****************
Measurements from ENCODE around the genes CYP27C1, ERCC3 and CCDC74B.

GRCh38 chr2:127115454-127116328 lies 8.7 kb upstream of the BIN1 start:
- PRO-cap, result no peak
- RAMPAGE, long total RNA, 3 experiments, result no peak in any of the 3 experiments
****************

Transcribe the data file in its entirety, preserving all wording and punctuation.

Measurements from ENCODE around the genes CYP27C1, ERCC3 and CCDC74B.

GRCh38 chr2:127115454-127116328 lies 8.7 kb upstream of the BIN1 start:
- PRO-cap, result no peak
- RAMPAGE, long total RNA, 3 experiments, result no peak in any of the 3 experiments